Some of the most successful British troops were the non-regular regiments; the City Imperial Volunteers, the South Africans, Canadians, Australians and New Zealanders, who more easily broke from the habit of earlier British colonial warfare, using their horses for transport rather than the charge, advancing by fire and manouevre in loose formations and making use of cover, rather than the formal advance into a storm of Mauser bullets.
Uniform: The British regiments made an uncertain change into khaki uniforms in the years preceding the Boer War, with the topee helmet as tropical headgear. Highland regiments in Natal devised aprons to conceal coloured kilts and sporrans. By the end of the war the uniform of choice was a slouch hat, drab tunic and trousers; the danger of shiny buttons and too ostentatious emblems of rank emphasised in several engagements with disproportionately high officer casualties.
The British infantry were armed with the Lee Metford magazine rifle firing 10 rounds. But no training regime had been established to take advantage of the accuracy and speed of fire of the weapon. Personal skills such as scouting and field craft were little taught. The idea of fire and movement was largely unknown, many regiments still going into action in close order. Notoriously General Hart insisted that his Irish Brigade fight shoulder to shoulder as if on parade in Aldershot. Short of regular troops, Britain engaged volunteer forces from Britain, Canada, Australia and New Zealand who brought new ideas and more imaginative formations to the battlefield.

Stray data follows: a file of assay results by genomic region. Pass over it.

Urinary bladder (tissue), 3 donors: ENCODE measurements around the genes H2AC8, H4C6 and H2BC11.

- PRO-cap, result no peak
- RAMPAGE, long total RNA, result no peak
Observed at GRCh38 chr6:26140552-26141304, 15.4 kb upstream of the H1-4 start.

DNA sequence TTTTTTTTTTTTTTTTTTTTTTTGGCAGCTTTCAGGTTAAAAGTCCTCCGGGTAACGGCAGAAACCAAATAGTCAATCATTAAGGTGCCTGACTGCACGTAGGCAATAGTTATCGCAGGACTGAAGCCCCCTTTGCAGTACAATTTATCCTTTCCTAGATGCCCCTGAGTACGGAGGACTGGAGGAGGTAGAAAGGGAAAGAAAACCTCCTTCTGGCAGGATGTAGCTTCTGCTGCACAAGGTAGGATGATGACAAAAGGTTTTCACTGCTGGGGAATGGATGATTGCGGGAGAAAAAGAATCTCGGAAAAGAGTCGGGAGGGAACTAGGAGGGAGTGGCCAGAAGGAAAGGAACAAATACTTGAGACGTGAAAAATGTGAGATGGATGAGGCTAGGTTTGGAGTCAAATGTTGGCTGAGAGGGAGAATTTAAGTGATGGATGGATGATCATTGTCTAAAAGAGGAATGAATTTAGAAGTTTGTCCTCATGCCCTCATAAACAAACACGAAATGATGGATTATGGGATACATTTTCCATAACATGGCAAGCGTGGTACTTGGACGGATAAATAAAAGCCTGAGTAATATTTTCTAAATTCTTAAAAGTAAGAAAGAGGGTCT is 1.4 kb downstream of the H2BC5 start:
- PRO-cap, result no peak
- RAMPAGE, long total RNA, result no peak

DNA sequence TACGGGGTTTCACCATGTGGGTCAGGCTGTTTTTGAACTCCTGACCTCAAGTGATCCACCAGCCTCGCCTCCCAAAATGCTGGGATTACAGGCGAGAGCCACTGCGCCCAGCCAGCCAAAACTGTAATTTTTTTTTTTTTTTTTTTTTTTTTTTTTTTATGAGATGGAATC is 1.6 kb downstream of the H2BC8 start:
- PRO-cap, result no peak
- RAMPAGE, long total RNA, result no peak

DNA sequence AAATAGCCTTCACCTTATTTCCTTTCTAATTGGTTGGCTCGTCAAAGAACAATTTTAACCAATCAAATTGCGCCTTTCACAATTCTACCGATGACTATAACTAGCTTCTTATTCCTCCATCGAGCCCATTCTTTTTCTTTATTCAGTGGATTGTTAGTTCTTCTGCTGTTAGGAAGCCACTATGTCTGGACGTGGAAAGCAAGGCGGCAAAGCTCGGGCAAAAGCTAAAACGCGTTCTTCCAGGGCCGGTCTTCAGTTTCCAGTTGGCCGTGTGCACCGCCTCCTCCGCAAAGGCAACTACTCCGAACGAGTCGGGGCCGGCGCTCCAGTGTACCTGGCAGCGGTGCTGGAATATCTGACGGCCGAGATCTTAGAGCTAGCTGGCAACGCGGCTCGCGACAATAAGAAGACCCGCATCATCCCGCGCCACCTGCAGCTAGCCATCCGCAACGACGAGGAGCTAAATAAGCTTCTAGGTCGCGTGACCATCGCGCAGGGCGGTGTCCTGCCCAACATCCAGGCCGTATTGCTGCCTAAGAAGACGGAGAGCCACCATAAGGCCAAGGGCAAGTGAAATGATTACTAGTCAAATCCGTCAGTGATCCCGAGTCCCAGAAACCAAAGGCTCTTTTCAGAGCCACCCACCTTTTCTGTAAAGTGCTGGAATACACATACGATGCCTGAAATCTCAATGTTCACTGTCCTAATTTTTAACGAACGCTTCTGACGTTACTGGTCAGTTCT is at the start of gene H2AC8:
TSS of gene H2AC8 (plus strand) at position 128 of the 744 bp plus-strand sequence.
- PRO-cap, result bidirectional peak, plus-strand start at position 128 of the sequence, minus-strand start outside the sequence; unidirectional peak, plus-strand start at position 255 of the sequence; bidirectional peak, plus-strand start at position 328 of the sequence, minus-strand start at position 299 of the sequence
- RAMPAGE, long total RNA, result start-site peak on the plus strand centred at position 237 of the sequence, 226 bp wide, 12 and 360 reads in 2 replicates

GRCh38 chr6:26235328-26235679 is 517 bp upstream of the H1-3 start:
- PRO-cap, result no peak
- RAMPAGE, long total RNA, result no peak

The British regular troops lacked imagination and resource. Routine procedures such as effective scouting and camp protection were often neglected. The war was littered with incidents in which British contingents became lost or were ambushed often unnecessarily and forced to surrender. The war was followed by a complete re-organisation of the British Army, with emphasis placed on personal weapon skills and fire and movement using cover.
The British artillery was a powerful force in the field, underused by commanders with little training in the use of modern guns in battle. Pakenham cites Pieters as being the battle at which a British commander, surprisingly Buller, developed a modern form of battlefield tactics: heavy artillery bombardments co-ordinated to permit the infantry to advance under their protection. It was the only occasion that Buller showed any real generalship and the short inspiration quickly died.
The Royal Field Artillery fought with 15 pounder guns; the Royal Horse Artillery with 12 pounders and the Royal Garrison Artillery batteries with 5 inch howitzers. The Royal Navy provided heavy field artillery with a number of 4.7 inch naval guns mounted on field carriages devised by Captain Percy Scott of HMS Terrible.
Automatic weapons were used by the British usually mounted on special carriages accompanying the mounted infantry or cavalry.
Winner: The British; but a Pyrrhic victory that achieved little in holding up the Boer invasion of Natal.
18th Hussars: later the 13th/18th Royal Hussars and now the Light Dragoons.
Royal Field Artillery: 13th, 67th and 69th Batteries.
1st Battalion, the Leicestershire Regiment: now the Royal Anglian Regiment.